China's Growing Debt Raises Alarms
Wednesday, April 17, 2013
Robert Siegel speaks with Simon Rabinovitch, reporter for the Financial Times based in Beijing, about his piece on Chinese debt and why both outsiders and insiders are worried about China's economic situation.
ROBERT SIEGEL, HOST:
The front page headline on today's Financial Times is ominous - "Warning On Out-Of-Control China Debt." It's about an influential figure in Chinese financial circles, the head of a big accounting firm there and his warning follows similar expressions of concern by the International Monetary Fund and by bond rating firms. Simon Rabinovitch of the Financial Times wrote today's story and he joins us now from Beijing. Welcome to the program.
SIMON RABINOVITCH: Thank you.
SIEGEL: And first, who is this figure in question and what debt is he warning about?
RABINOVITCH: Well, his name is Zhang Ke and he's the managing partner of ShineWing, which is one of the biggest local accounting firms. What's unusual about his warning is that people have been warning for a while about a pile up of government debt, especially local government debt in China. But most of those warnings have come from outsiders, as you mentioned, from ratings agencies, from the IMF, from investment bank analysts. It's quite rare to have such a stark warning from a domestic figure such as Zhang Ke.
SIEGEL: And when you say the pileup, how big is the pile of local government debt in China?
RABINOVITCH: Well, the short answer is that nobody really knows. The national accounting office, three years ago, tried to estimate it and they came up with 10.7 trillion RMB as their estimate, which is about 1.6 trillion U.S. dollars; about 20 percent of GDP in current terms, which doesn't sound like an awful lot compared to debt levels in more developed economies like the U.S.
What's concerning is, one, that the debt levels have been very low before the financial crisis, and have increased dramatically since then as they used debt-fueled spending to get out of the crisis. And secondly, most people think that the estimate of 10.7 trillion is actually a low-ball estimate. There's lots of hidden debts in the system. There's lots of bank loans that haven't been properly accounted for, so some people think that the actual level might be twice what the official estimate is.
SIEGEL: Just to clarify here, this pile of debt that we're talking about isn't all of the Chinese national sovereign debt. This is just the debt of the provinces and the counties and the municipalities and other localities that have issued bonds and notes, you're saying.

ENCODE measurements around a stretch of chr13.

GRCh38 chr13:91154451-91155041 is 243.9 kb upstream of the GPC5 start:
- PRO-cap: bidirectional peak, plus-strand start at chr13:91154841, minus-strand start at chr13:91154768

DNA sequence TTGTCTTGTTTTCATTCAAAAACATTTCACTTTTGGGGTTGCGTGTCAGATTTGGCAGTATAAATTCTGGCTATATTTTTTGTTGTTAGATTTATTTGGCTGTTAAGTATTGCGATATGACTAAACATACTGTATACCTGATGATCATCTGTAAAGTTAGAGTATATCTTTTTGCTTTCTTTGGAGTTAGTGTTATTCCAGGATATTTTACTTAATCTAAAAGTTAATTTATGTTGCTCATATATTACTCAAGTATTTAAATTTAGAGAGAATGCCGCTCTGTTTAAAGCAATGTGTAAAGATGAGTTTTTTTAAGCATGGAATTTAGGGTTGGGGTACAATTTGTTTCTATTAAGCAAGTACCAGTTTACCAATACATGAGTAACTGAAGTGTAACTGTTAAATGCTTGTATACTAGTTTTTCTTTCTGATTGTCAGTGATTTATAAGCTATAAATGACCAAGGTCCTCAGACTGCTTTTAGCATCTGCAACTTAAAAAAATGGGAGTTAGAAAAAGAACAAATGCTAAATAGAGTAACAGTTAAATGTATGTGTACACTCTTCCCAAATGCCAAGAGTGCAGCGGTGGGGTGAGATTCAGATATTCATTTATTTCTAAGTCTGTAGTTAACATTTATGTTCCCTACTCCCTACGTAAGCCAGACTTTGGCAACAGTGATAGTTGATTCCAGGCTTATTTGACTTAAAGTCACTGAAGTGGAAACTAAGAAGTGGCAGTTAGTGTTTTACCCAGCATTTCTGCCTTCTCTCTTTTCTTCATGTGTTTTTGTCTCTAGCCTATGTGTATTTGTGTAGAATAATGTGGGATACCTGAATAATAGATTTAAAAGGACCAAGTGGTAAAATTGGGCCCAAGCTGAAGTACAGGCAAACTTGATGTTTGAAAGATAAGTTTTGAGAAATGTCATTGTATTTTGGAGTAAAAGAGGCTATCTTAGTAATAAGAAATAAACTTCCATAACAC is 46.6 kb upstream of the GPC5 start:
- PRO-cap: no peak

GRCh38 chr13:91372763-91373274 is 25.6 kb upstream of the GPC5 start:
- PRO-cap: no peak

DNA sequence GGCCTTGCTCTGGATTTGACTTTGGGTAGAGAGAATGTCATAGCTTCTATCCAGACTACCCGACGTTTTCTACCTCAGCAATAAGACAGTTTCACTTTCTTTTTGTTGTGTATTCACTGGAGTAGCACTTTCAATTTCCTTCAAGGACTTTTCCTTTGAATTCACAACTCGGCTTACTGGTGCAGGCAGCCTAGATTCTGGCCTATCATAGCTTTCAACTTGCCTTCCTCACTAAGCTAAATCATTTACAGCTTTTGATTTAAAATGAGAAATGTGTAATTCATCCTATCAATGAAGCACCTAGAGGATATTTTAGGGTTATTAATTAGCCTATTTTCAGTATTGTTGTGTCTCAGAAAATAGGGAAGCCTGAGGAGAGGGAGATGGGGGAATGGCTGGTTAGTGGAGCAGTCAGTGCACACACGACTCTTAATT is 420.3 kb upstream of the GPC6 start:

RABINOVITCH: That's right. These concerns here are primarily focused on the local government debts. If you were to include the central government debts and the debts of the state-owned corporations and the ministry of railways, you would get to something between 50 to 80 percent of GDP.
SIEGEL: How likely do people think is the possibility of a default? And if there was one, who holds all this debt and who would be hurt by a default?
RABINOVITCH: The point about the Chinese financial system is it's a largely closed financial system, so these are not debts held by other countries. The local governments have, by and large, been borrowing from their own local banks. To a smaller extent, they've also been borrowing from creditors through the domestic bond market. So it's domestic debt and that's the reason why a default, in the traditional Western sense of default, is probably not on the table in China.
What they have been doing, as debts have been coming up for repayment - and local governments have been unable to pay them back - is that they have been rolling over the bank loans, or they've been issuing bonds to refinance the bank loans that are coming due.
SIEGEL: Bottom-line, though, it's a very heavily indebted system is what you're saying.
RABINOVITCH: It's a system that is facing increasingly heavy debts. And the problem with the lack of default is that there's not an upfront recognition of what these debts are. Instead, they're rolled over, which means that when credit is issued in the system, instead of going to fund new business activity it goes to plug the holes from existing debts. And so, instead of having a catastrophic default, you instead have a very slow decay.
You know, if you look at the financial crisis in the West, one way of looking at it was that, you know, late 2008 was like a heart attack for the financial system. But by the same token, it was able to repair itself relatively quickly. Whereas China, the level of debt here is slowly building up, and when there are problems they will be problems that will be chronic in nature and could well take the financial system a very long time to sort out.
SIEGEL: Well, Simon Rabinovitch, thank you very much for talking with us.
RABINOVITCH: Thank you.
SIEGEL: Mr. Rabinovitch reports for the Financial Times from Beijing. Transcript provided by NPR, Copyright NPR.View this story on npr.org